After the postponement or suspension of the Indian Premier League (IPL), Euro 2020, Tokyo Olympics – it is highly likely that ICC T20 World Cup will suffer the same fate as the world battles the COVID-19 pandemic. Australian opener David Warner echoes the same sentiment as he feels it is unlikely that the T20 World Cup will be staged in his country in October-November because of the spread of the novel Coronavirus. All cricketing activity has come to a halt due to the health crisis and there are serious doubts over the future of the T20 World Cup. Also Read - Shah Rukh Khan Donates Undisclosed Amount to West Bengal CM's Relief Fund to Help People Affected by Cyclone Amphan

“The ICC World Cup will not go ahead here by the looks of it. It will be difficult to get everyone (16 teams) together,” said Warner in an Instagram live chat with India’s batting stalwart Rohit Sharma. Also Read - Coronavirus: Total Tally Reaches 1.58 Lakh as India Prepares For Staggered Opening From Next Week



However, the International Cricket Council is yet to take the final call on the T20 showpiece event. During the chat, Rohit said India’s tour of Australia, which is scheduled after the T20 World Cup, will be a “great way” to restart the international calendar. Also Read - 'COVID Doesn't Stop Periods', Akshay Kumar Urges All to Donate Sanitary Napkins to Underprivileged Women

“I love playing against Australia. When we won last time (in 2019), it was great for us. You guys (Warner and Steve Smith) were missing (due to ball-tampering bans).



“What our bowlers and batters did there was amazing. I am looking forward to the upcoming tour already. I hope both boards manage to get the series underway. Will be a great way to kick off cricket in the world,” said India’s limited-overs vice-captain.

India won their first Test series in Australia, and Warner said he was feeling helpless watching his team lose. “Watching that series was hard as you can’t do anything from the outside. But I want to say that India has the best pace attack against left-handers. They zero in one spot and keep bowling there.”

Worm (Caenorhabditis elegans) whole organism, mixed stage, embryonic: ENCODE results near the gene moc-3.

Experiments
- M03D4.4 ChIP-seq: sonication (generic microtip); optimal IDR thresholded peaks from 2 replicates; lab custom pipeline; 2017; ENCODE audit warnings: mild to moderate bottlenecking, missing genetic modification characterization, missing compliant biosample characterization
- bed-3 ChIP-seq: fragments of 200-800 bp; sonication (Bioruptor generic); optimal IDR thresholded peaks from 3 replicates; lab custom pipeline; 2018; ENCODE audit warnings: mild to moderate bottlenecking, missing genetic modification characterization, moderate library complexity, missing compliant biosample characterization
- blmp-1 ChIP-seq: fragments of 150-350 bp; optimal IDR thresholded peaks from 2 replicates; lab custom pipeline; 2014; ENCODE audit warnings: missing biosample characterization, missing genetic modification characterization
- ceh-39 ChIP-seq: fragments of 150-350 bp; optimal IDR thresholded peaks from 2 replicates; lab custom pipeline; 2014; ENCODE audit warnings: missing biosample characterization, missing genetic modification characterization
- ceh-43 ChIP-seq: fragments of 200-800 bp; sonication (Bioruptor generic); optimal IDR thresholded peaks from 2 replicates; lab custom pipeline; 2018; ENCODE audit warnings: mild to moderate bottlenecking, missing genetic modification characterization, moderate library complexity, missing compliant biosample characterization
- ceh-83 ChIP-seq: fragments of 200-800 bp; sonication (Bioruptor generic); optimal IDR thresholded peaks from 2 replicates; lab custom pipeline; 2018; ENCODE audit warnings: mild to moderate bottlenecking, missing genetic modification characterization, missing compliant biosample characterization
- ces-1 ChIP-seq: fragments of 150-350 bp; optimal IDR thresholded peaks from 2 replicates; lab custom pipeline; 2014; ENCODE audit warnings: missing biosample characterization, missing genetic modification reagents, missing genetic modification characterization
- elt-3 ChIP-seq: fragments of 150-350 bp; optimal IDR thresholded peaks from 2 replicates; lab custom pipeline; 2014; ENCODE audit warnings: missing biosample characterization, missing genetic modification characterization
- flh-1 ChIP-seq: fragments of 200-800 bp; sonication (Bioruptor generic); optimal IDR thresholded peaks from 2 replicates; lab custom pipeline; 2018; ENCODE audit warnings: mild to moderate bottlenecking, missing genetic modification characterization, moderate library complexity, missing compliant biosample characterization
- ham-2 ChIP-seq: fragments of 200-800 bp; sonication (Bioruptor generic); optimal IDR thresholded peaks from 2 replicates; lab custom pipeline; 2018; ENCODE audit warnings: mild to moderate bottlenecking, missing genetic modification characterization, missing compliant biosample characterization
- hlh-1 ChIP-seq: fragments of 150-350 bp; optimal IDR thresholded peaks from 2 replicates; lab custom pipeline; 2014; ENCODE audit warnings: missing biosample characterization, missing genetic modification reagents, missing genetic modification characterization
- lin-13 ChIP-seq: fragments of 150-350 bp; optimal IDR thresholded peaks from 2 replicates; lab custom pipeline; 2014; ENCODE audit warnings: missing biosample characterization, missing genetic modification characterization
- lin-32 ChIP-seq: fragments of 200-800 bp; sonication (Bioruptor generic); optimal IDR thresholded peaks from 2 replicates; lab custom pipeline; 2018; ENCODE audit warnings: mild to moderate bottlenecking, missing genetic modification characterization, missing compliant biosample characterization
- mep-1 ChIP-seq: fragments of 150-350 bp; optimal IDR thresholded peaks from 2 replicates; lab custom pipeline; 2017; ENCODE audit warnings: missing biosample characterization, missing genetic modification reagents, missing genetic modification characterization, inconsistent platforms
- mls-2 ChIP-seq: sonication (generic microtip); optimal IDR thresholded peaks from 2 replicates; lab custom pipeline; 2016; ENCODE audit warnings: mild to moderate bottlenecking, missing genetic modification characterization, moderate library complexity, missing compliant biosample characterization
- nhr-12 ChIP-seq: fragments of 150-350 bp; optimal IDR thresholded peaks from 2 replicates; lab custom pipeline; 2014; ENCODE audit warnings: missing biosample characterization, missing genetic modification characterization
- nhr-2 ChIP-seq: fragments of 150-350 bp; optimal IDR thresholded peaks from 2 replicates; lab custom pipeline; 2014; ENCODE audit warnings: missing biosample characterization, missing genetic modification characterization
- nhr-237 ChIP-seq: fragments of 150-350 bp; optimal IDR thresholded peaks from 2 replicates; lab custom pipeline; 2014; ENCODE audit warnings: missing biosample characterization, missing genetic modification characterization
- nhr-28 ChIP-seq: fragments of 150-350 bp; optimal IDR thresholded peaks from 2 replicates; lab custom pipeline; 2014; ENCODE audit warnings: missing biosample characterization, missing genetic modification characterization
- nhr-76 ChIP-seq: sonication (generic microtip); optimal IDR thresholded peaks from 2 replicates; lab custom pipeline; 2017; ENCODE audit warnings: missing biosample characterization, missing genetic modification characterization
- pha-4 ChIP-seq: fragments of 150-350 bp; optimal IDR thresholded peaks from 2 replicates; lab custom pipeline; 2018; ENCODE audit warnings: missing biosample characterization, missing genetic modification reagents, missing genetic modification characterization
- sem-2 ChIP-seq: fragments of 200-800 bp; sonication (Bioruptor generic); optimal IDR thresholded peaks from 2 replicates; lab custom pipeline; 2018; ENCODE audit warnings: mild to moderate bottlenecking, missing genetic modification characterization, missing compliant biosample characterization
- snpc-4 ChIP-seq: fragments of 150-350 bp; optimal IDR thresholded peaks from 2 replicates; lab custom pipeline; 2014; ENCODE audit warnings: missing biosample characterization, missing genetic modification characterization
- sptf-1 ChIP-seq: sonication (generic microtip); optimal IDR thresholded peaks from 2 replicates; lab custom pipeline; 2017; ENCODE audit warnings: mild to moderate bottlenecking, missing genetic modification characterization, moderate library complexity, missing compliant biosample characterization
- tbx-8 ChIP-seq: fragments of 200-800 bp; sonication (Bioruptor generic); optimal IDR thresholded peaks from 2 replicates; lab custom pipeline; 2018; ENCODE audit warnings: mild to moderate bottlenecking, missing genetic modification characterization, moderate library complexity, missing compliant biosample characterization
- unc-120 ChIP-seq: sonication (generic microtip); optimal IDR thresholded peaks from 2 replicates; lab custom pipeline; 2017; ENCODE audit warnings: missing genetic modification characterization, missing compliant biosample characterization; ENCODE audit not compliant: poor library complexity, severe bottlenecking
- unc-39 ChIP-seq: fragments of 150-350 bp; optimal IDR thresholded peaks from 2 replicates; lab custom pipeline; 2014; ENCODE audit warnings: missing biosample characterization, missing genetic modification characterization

“Mentally, it was great for Indian cricket but it was hard to watch. I felt helpless. Hope it does happen and looking forward to the battle,” said Warner.

The Australian said playing India in India is one of the toughest challenges in world cricket. “I love playing India in India. Everyone is against you. Hard conditions. Same for you (Rohit) when you come here,” he said.

Warner is also not enthused by the idea of playing in front of empty stands, like Australia did against New Zealand in Sydney in March before the ODI series was called off.

“It was a bizarre experience. You could only hear echo of cricket ball. It was bizarre. We are used to calling ‘yes and no’ while running between wickets but we did not need to do that.

“It was literally like playing a warm-up game. It was surreal. I don’t know for how long you can sustain that. You gain your momentum from home crowd.”

Rohit, meanwhile, joked about his opener partner Shikhar Dhawan’s reluctance to take a strike on the first ball.

“He doesn’t like to face the first ball. I remember the 2013 Champions Trophy game against South Africa. I had just started opening and he was a regular opener. And you had to face the likes of Dale Steyn and Morne Morkel. I had to face the first ball.

“Shikhar can be annoying but it is great to bat with him. He is such a delight to watch, got so many shots,” said Rohit.